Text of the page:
Sometimes exploring a new road can be quite an adventure. When you are traveling a rural Arkansas road you just don’t know where you will end up. Sometimes even a GPS doesn't help.
Have you taken any wrong turns in your life? Have you been on any wrong roads? How do you know which road to take?
In Psalms 25:4, the Bible says, "Show me the path where I should walk, O LORD; point out the right road for me to follow".
That sounds like a GPS doesn't it. God will point out the right road for us to follow. You can trust him. You might not always be able to trust your GPS, but you can always trust God. No matter how knowledgeable you are, you aren't the best choice as navigator. Proverbs 14:12 tells us that, "there is a way that seems right to a man, but its end is the way of death".
The whole point of being a Christian is to have a knowledgeable navigator to guide us through this life to our eternal destination. Why would we decide not to listen to the best guide there is and use our own judgment instead?
Solomon explained it very well in Proverbs 20:24 “how can we understand the road we travel? It is the LORD who directs our steps.
The only reliable GPS for our spiritual life is God’s word. The Bible gives us direction. So many Christians I meet seem to want more than the Bible. The old reliable Bible isn't enough for them and they want something new. Psalms 119:105 states, "Your word is a lamp to my feet and a light to my path". If David and Solomon understood that it was God’s Word that directs our steps why should we feel that there is not enough information in the Bible and feel the need to supplement it?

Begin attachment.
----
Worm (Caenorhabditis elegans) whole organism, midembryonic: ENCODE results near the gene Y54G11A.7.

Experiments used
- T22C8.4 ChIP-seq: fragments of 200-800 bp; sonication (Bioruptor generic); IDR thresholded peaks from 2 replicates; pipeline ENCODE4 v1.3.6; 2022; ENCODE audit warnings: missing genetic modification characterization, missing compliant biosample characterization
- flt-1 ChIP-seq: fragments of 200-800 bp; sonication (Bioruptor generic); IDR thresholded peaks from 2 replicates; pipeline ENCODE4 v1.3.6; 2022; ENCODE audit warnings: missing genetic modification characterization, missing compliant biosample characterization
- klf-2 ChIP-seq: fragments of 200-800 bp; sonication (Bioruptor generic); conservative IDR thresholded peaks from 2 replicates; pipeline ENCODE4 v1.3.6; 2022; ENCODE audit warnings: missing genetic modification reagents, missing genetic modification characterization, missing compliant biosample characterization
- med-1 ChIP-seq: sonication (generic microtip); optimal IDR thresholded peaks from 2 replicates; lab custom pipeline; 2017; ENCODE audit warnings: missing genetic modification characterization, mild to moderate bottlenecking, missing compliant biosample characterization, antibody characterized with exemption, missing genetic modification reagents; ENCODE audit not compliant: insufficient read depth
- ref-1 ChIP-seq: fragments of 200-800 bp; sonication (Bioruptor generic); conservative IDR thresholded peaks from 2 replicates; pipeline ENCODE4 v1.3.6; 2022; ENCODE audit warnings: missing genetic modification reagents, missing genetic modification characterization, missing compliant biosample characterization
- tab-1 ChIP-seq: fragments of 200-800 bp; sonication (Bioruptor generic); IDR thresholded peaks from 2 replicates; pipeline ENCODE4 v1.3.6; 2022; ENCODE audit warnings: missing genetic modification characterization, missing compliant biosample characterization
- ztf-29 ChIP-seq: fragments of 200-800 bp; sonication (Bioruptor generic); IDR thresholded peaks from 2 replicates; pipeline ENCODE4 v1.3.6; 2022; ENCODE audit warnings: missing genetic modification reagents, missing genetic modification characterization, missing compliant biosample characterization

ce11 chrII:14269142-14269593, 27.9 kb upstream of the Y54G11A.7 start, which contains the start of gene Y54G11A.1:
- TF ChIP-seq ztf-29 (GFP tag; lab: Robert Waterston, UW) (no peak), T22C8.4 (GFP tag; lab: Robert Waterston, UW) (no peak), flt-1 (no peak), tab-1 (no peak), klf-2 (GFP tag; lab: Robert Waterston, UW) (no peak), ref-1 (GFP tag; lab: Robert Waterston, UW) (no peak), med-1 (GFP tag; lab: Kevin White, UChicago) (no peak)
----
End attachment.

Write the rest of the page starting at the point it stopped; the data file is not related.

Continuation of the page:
I hope that you know where you are going. Have you studied the map? Do you have your spiritual GPS? Do you use it?
I hope that you and I will be able to say what David said in Psalms 73:23-26. “Yet I still belong to you; you are holding my right hand. You will keep on guiding me with your counsel, leading me to a glorious destiny. I have no one in heaven but you; I desire you more than anything on earth. My health may fail, and my spirit may grow weak, but God remains the strength of my heart; he is mine forever”.
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I was born in 1956 in Madison, Tennessee, while my parents were attending Madison College. I grew up along the Front Range in Colorado, attending schools in Longmont, Brighton, Boulder and Loveland, Colorado. Two years after graduating from Campion Academy, I married my sweetheart, Regina. We lived in Loveland, Colorado for six years before moving to Mena in western Arkansas.
I love the people of Mena and the friendly easy going way of life here. I have owned and operated my own business since moving to Mena. I enjoy the natural beauty of western Arkansas and being out of doors.
My newspaper column in The Mena Star, An Arkie’s Faith, premiered on January 7, 2016. In March 2017, I published my first book, titled An Arkie's Faith, using articles from the column.